Creating a video type that serves your main goal can increase retention and clarity of your objective. For example, if you’re teaching a math formula, then a simple whiteboard video is a great tool. It gives a step-by-step visual that puts the focus on the formula, making it easier for students to tune out distractions.

Using non-educational videos in the classroom

When using other videos besides your own in the classroom, be selective and purposeful. The clips you show should emphasize points in the lesson objectives, rather than be a distraction. Additionally, it’s crucial to make sure the media is age-appropriate and accurate by viewing it ahead of time. This gives you time to fact-check if the media isn’t from an accredited or authoritative source.

There are several online video libraries from authoritative sources for you to choose from when creating a lesson. For example, TEDTalk offers a video library of past speeches given by experts. Adobe also offers an educational video library, which is a great classroom resource. The Library of Congress video collection is another free resource educators can use — it’s full of authoritative content.

If you’re going to use content from a non-authoritative source, make sure it still informs the lesson. For example, using a viral video from Twitter as an example of propaganda and how it works in today’s age can be a great, engaging lesson. It’s important that when you do this, you disclaim the video and explain it’s from a non-expert source before viewing. Applying digital literacy best practices to how you select video content will be a good example to your students as they choose media sources on their own.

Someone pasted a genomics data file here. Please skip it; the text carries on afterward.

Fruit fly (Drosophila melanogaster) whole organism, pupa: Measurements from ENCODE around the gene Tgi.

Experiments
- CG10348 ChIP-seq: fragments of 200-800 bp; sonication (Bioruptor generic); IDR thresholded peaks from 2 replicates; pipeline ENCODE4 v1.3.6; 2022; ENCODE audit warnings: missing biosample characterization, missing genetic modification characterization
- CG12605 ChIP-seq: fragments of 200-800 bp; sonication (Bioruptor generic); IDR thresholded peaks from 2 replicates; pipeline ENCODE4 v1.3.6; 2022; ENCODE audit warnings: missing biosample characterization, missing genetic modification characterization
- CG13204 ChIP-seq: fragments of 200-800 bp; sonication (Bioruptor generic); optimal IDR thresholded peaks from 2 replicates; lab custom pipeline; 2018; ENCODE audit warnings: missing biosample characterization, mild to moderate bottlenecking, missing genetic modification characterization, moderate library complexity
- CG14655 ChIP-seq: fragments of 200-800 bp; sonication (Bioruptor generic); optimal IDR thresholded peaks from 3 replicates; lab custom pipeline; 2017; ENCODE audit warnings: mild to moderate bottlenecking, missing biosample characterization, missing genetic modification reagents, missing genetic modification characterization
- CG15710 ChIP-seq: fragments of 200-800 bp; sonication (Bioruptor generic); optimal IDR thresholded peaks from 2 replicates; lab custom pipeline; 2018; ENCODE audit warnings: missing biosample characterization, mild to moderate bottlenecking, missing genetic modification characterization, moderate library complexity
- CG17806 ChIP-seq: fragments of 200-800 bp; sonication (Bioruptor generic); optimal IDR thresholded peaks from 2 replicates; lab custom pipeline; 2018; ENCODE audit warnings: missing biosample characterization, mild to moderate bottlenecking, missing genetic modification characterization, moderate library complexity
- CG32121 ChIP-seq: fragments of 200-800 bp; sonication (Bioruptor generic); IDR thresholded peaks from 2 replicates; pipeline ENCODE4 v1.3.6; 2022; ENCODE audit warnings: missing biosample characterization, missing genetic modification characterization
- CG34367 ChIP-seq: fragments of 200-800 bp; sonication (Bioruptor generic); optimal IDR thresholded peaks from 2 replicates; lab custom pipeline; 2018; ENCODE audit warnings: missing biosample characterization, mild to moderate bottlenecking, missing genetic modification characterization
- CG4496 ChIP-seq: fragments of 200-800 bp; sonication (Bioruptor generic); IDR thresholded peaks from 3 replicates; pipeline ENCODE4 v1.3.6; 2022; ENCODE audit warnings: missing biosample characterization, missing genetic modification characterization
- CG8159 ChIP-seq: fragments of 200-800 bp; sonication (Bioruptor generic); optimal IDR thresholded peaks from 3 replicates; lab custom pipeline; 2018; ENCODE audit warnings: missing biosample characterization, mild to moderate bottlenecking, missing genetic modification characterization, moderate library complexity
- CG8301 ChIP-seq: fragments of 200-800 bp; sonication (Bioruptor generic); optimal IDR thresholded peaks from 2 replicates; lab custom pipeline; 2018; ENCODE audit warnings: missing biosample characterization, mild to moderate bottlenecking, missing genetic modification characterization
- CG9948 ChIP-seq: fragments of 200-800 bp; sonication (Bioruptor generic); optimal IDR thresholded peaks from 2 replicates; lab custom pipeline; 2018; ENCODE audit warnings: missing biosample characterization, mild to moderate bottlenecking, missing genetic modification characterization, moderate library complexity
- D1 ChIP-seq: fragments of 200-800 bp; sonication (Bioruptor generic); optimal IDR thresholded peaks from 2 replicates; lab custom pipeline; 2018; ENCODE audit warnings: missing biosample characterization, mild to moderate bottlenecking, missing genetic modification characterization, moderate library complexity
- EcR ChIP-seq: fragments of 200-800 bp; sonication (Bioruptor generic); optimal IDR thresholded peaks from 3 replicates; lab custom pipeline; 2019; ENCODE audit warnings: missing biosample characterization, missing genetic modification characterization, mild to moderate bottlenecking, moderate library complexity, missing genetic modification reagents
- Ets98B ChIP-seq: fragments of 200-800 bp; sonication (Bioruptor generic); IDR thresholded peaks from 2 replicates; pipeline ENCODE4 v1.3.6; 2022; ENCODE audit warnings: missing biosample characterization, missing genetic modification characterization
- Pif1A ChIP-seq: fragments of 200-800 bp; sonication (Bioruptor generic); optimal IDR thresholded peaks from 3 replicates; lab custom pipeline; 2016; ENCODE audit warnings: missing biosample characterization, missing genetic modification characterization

Ways to assign videos for learning objectives and assignments

As an educator, you can also assign video projects to students. This will help them learn skills such as editing, public speaking, creative planning, and more. Some examples of video assignments could include:

Using video creation as a part of an assignment is a great way for you to make an average assignment — for example, a book report — more engaging. Through this, students have a higher chance of absorbing more of the material and retaining it longer because they are interacting with it in more than one way.

Ways to share your videos with others outside the classroom

If you’re interested in posting your educational videos publicly, for other students or educators to use, there are several ways you can do that. Some hosting platforms that will give those outside your classroom access to your videos include:

In some cases, you can even earn money for the videos you share publicly, depending on the platform you use as well as the size of your audience. But in every case of a video that includes students, be sure to have a signed media release from the student, or their parent if they are a minor, before making it publicly available.

Further reading

For more reading about blended classrooms and the use of video as educational materials, check the resources below:

Blended and online learning continues to grow in popularity because of its proven benefits and accessibility. Applying these techniques in your classroom — such as with educational videos — is a great way to keep your students engaged and stay on top of new and exciting education trends.